How Illegal Marijuana Grows are Poisoning Northern California’s Public Lands


When recreational marijuana was legalized in California in 2018, U.S. Attorney McGregor Scott announced that his concerns won’t lie within the recreational market, but rather the massive marijuana grows in the dense wilderness of federal lands in Northern California. He said that U.S., state and local authorities will target the illegal grows with $2.5 million in federal money, especially the grow operations that use highly toxic pesticides.

Not only do illegal grow operations in the wilderness create safety concerns for outdoor enthusiasts, but they are also finding that 72 percent of illegal grow operations are using the pesticide Carbofuran. The pesticide is used to kill off insects and animals that may come in contact with the marijuana site, and it works very well. One teaspoon of Carbofuran could kill a 300-pound bear.

When agents and law enforcement find an illegal marijuana grow in the dense wilderness, it typically comes with its fair share of trash and the area is flooded with toxic pesticides.

“The true crime here is the fact that they’re killing off basically America’s public lands, killing off the wildlife, killing off our water,” said Kevin Mayer, a U.S. Forest Service law enforcement assistant special agent in charge, to NPR. “This is stuff that, you know, it’s not gonna repair itself.”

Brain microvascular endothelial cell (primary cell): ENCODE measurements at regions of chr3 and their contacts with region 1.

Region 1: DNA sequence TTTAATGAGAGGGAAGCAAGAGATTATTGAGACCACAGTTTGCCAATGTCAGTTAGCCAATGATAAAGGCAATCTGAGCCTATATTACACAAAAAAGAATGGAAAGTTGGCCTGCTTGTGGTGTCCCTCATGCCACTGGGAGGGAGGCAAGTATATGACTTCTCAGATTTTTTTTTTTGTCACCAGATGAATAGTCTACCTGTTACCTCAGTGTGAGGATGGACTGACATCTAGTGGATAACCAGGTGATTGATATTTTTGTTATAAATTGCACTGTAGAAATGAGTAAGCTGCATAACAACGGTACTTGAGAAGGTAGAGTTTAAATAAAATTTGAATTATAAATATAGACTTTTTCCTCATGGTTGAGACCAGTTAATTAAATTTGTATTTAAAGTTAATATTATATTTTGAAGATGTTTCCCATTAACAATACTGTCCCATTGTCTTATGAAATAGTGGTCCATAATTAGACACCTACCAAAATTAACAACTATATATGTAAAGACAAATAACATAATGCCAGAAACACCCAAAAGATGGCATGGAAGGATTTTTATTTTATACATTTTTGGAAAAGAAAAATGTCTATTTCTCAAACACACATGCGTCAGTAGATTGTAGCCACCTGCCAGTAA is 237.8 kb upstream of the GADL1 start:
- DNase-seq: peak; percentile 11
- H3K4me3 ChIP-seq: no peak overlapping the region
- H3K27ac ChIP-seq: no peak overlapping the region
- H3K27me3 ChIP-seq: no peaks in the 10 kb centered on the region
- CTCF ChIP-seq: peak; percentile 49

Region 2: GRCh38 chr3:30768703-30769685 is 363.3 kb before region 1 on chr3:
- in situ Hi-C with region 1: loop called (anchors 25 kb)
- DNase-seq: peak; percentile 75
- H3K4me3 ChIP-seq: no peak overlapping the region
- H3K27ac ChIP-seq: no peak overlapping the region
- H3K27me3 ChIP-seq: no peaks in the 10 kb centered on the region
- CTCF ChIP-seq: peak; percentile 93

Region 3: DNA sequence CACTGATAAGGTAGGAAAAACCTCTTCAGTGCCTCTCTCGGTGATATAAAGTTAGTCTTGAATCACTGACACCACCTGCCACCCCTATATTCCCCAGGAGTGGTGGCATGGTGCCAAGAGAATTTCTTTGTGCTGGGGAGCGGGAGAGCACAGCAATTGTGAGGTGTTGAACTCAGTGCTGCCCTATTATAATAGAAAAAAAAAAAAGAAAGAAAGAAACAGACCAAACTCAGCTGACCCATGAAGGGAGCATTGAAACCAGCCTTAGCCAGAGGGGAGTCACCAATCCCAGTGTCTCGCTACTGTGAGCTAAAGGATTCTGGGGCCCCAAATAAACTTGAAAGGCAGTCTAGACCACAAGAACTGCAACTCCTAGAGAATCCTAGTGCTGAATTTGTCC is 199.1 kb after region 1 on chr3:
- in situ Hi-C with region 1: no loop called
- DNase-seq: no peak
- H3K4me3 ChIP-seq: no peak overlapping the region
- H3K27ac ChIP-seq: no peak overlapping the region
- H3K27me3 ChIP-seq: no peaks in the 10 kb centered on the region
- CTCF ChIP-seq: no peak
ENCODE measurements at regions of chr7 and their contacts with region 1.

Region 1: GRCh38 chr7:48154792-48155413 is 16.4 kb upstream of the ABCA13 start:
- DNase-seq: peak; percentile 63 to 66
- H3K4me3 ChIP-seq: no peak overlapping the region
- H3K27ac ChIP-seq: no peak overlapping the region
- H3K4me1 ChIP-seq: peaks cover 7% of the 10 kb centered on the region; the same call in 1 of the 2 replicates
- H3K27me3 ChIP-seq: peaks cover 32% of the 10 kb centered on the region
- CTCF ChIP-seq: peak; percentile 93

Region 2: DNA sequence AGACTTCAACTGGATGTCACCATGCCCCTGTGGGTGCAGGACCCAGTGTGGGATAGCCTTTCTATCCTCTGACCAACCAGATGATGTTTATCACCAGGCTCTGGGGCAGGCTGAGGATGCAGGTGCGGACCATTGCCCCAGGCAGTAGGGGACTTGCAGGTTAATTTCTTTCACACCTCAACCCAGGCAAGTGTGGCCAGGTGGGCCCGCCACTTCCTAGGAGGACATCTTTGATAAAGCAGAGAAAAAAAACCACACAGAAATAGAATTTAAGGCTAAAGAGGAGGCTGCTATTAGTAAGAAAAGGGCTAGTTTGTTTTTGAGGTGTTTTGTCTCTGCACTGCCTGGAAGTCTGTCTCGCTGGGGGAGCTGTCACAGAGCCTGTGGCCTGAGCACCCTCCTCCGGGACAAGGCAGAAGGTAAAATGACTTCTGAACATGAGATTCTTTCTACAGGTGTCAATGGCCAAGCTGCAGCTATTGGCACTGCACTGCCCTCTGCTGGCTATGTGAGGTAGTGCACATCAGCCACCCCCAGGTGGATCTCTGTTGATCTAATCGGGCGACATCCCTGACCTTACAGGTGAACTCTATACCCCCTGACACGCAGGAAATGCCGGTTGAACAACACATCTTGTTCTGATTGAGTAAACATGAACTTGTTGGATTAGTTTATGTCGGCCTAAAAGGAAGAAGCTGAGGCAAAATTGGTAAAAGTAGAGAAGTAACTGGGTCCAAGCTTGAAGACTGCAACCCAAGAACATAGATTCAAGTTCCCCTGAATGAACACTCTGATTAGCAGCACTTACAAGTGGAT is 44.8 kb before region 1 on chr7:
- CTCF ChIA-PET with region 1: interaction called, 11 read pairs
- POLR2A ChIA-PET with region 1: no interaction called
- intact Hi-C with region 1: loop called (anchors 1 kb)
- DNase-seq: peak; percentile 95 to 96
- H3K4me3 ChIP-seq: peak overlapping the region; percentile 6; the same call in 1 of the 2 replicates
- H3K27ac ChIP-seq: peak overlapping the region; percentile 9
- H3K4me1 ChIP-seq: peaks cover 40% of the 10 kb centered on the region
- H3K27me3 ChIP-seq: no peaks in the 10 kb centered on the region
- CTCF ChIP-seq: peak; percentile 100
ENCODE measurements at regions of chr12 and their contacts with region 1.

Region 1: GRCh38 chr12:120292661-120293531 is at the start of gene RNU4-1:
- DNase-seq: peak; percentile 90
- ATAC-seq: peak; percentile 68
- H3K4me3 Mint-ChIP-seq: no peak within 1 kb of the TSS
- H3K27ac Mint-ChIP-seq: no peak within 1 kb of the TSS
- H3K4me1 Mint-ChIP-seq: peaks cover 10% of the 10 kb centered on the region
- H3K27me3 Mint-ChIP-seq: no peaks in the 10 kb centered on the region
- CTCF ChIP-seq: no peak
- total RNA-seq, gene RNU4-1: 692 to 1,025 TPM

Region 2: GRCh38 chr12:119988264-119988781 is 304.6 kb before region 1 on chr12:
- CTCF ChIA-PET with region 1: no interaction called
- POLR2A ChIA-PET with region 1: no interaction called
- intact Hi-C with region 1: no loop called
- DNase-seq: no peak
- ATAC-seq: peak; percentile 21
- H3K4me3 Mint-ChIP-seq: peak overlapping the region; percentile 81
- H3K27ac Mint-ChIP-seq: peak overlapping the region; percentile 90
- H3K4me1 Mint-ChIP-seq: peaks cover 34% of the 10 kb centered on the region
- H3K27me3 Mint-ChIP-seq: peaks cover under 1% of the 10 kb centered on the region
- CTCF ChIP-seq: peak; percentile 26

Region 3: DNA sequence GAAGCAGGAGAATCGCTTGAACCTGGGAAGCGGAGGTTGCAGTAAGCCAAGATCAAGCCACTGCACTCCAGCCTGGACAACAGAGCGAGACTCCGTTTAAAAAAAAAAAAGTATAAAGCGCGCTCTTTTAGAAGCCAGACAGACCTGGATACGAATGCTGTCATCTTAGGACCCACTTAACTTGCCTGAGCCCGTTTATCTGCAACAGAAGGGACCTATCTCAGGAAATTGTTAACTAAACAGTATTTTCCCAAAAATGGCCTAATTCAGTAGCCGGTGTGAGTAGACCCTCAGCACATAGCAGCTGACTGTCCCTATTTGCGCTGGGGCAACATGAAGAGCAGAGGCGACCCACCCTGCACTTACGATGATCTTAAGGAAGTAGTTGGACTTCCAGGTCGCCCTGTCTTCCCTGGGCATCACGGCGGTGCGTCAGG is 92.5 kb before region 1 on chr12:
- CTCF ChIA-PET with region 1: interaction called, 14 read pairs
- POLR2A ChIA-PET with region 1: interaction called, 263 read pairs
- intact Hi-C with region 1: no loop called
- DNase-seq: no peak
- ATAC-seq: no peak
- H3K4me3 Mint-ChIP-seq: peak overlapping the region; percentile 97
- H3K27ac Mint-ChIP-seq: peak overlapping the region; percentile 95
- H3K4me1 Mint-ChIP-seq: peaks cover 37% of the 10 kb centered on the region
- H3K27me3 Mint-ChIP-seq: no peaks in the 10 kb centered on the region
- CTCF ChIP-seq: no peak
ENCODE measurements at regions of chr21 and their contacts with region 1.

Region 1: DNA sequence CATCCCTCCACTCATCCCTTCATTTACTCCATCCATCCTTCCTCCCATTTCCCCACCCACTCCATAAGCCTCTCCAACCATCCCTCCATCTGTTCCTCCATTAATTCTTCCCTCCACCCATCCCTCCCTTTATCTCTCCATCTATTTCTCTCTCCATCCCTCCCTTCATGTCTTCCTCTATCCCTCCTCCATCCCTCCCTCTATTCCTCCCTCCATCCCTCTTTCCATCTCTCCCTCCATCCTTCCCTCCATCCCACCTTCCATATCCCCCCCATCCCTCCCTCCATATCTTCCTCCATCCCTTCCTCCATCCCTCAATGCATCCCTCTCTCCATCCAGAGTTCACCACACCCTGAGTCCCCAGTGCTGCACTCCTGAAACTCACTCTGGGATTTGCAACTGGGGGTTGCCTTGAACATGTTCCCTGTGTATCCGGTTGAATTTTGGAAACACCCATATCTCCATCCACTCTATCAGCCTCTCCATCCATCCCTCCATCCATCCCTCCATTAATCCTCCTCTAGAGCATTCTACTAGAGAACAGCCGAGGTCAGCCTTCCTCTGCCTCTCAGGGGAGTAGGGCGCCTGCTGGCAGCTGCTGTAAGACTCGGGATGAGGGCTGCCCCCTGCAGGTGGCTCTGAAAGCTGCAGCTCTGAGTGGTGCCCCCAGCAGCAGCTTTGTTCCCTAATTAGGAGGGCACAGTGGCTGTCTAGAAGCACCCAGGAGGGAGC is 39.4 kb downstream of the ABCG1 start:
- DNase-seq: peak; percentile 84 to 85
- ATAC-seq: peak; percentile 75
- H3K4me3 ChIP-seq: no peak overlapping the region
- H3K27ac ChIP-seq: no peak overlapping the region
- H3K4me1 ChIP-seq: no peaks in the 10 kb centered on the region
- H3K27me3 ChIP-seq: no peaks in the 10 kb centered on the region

The illegal grow sites in Northern California can have severe effects on the public lands of the vast and nearly untouched wilderness, including wildlife deaths and diversion of natural water flows. In the past, many of these illegal grow sites are the doing of Mexican drug cartel workers, whose operations are backed by organized crime wealth and the marijuana is then trafficked all over the country.

With a year under their belts, National Geographic followed special agents from the U.S. Forest Service, along with a group of passionate conservationists in Humboldt County, on a raid of an illegal grow site in the Shasta-Trinity National Forest. The message of the short film was to show the lasting harm that pesticides from illegal grow sites are doing to the wilderness of NorCal.

Watch the video:

The policy from the federal government of concentrating on illegal grows that damage wildlife is a great path in order to protect our beautiful public lands, eliminate illegal and toxic growing operations, and provide support to a so-far successful recreational market.

Active NorCal

Telling the Stories of Northern California

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